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- The 2014 Big Picture on Cyber Security
- AFCEA Answers
- Ask the CIO
- Building the Hybrid Cloud
- Connected Government: How to Build and Procure Network Services for the Future
- Continuing Diagnostics and Mitigation: Discussion of Progress and Next Steps
- Federal Executive Forum
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- The Intersection: Where Technology Meets Transformation
- Maximizing ROI Through Data Center Consolidation
- Moving to the Cloud. What's the best approach for me
- Navigating Tough Choices in Government Cloud Computing
- The New Generation of Database
- Satellite Communications: Acquiring SATCOM in Tight Times
- Targeting Advanced Threats: Proven Methods from Detection through Remediation
- Transformative Technology: Desktop Virtualization in Government
- The Truth About IT Opex and Software Defined Networking
- Value of Health IT
Shows & Panels
You've got friends in high places, seriously ...
Wednesday - 1/11/2012, 2:00am EST
President Obama has recommended a 0.5 percent federal pay raise for January 2013 for federal civil servants and a 1.6 percent increase for members of the uniformed military. If history repeats itself, the coalition will ask that both groups get at least 1.6 percent.
Federal unions, all of whom backed Sen. Barack Obama during the campaign, are seething — relatively quietly — at what a top union field officer called "an insult instead of a pay raise." But some are delighted that the budget outline doesn't call for a continuation of the current federal pay freeze for another year. The Republican-run House is likely to push for an extension of the 2011-2012 pay freeze for at least another year. It will also seek to downsize the government.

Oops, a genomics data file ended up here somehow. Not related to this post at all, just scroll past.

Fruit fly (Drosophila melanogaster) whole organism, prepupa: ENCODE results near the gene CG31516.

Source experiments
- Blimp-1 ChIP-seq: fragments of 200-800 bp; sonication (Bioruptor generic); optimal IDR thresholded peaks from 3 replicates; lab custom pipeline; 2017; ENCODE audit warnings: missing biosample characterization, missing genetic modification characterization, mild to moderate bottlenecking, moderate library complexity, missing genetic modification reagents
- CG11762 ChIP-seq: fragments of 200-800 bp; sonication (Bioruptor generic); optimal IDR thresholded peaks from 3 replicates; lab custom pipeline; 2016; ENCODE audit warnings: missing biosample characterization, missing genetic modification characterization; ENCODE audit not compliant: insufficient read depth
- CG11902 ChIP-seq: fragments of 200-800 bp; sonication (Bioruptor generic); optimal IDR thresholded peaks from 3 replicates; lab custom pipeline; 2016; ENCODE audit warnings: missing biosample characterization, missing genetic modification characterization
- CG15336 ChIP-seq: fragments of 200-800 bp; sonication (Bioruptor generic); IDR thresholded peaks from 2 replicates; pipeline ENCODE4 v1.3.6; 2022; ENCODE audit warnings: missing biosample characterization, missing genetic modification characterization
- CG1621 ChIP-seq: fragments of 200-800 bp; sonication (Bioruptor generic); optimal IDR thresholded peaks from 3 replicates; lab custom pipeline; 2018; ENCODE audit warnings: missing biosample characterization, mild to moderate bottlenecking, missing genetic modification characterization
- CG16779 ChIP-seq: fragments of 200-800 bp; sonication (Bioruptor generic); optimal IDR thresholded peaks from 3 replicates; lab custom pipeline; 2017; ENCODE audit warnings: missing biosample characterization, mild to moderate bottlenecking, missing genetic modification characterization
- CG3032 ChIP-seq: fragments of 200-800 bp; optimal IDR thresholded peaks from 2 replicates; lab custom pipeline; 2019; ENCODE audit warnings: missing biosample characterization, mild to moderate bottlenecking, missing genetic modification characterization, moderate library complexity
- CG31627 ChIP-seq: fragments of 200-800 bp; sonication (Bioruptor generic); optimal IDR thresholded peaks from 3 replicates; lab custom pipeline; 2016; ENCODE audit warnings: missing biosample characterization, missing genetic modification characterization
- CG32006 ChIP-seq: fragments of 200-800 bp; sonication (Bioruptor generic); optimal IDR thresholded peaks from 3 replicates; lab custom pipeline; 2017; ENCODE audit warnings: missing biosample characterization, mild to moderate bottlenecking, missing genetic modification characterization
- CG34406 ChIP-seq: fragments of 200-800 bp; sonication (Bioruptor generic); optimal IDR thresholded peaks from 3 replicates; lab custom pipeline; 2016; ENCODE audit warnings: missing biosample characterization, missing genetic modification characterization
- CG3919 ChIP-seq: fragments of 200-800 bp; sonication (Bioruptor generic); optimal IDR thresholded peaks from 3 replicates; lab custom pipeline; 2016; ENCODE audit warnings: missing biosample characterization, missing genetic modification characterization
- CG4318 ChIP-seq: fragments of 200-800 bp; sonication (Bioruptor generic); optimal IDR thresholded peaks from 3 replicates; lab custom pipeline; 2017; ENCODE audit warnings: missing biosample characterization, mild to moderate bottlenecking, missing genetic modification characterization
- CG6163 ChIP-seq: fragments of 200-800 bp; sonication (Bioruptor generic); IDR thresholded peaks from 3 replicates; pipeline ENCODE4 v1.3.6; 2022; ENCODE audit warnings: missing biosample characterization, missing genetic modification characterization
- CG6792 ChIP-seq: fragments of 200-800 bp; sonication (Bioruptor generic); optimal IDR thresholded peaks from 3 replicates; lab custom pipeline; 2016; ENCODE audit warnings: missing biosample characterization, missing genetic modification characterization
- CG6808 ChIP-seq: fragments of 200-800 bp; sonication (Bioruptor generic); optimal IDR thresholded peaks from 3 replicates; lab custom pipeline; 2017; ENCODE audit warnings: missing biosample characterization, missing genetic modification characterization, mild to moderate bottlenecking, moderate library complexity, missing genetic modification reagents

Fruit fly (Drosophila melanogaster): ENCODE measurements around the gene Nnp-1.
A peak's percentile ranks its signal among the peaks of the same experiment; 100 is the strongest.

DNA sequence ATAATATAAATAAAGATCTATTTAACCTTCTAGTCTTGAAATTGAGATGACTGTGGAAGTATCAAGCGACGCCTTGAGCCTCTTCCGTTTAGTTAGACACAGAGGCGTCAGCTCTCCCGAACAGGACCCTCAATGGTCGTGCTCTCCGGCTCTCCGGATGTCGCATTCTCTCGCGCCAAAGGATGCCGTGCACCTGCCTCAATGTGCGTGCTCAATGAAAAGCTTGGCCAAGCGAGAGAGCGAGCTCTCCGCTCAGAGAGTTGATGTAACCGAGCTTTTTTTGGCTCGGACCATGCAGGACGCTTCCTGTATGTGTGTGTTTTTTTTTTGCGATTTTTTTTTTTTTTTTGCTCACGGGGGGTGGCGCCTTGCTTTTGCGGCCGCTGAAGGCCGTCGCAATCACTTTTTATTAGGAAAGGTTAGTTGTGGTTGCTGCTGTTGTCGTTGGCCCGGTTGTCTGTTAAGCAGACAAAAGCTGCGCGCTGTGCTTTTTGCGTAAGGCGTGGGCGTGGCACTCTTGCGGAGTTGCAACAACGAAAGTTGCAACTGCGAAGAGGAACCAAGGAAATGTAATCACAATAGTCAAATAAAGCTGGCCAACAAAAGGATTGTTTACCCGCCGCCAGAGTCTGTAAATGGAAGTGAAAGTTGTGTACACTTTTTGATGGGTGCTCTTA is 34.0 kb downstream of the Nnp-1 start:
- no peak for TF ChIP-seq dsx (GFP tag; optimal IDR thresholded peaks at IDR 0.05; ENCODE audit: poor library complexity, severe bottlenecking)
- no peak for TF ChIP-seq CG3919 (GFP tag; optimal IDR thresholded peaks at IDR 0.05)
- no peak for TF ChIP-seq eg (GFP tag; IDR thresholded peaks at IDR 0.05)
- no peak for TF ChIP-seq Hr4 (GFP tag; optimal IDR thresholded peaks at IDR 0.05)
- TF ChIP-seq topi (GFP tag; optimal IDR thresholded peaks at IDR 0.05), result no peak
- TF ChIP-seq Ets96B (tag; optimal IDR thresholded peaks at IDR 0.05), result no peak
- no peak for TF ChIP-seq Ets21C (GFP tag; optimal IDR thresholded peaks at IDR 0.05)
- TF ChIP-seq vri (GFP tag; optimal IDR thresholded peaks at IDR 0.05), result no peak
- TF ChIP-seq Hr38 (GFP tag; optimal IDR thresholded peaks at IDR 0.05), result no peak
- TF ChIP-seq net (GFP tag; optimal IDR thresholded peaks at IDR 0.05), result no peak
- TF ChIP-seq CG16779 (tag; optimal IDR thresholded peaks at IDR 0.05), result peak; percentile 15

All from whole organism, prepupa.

While many federal workers believe they are the favorite whipping boy of politicians — especially on the GOP side — they do have friends in high places and leadership posts in the House and Senate.
When President Clinton took office, his first budget proposed a pay freeze in spite of the bipartisan federal pay law ( FEPCA) which called for the first in a series of catchup-with-industry raises. An informal but influential coalition formed up to gain support in the House for higher raises. They were usually successful in end — running first President Clinton and then President George W. Bush. The bipartisan coalition included Maryland Democrats Steny Hoyer, Elijah Cummings, and Virginia Democrat Jim Moran, and D.C. Delegate Eleanor Holmes Norton. It also included Virginia Republicans Frank Wolf and Tom Davis III, and Rep. Constance Morella (R-Md.) Davis, Morella and Cummings are no longer in Congress but their successors, Rep. Gerry Connolly (D-Va.)and Chris Van Hollen (D-Md.) are pro-fed, up for reelection and understand very well that their districts are packed with highly-educated, politically savvy federal civil servants., their spouses and businesses that depend in large part on the federal salary dollar.
On the Senate side, feds have lost powerful friends, like the late Sen. Ted Stevens(R-Alaska). But they have another long-time backer in Sen. Barbara Mikulski (D-Md.) and freshman (and up for reelection) Sen. Ben Cardin (D-Md.), as well as veterans Joe Lieberman (I-Conn.) and Susan Collins (R-Maine) in their corner. During the annual federal pay wars, Virginia's senators, Republican and Democratic, often look the other way to avoid alienating voters outside the large federal-military pockets of Northern Virginia, and Norfolk.
Nobody at the stage knows what the 2013 raise will be. Or if there will be a civilian pay hike in 2013. But the fact that the White House proposed one — even one that will give the average fed less than $400 more a year — is viewed by some as a sort-of-positive.
So how do feds feel about the increase. Of those responding to Federal News Radio's survey, about half say it's insulting. Forget about it! Others say it's something but not much, or better than a sharp stick in the eye.
NEARLY USELESS FACTOID
By Jack Moore
Most Americans assume British English is the mother tongue and that our American accent is a crass imitation. But before the American Revolution, the two dialects were more similar than they are today. But the American accent has changed only slightly since those days. It's actually the British accent that has evolved, according to Life's Little Mysteries. The British accent, known as non-rhotic speech, sprung up among the upper classes of England during the Industrial Revolution and spread throughout the isle.
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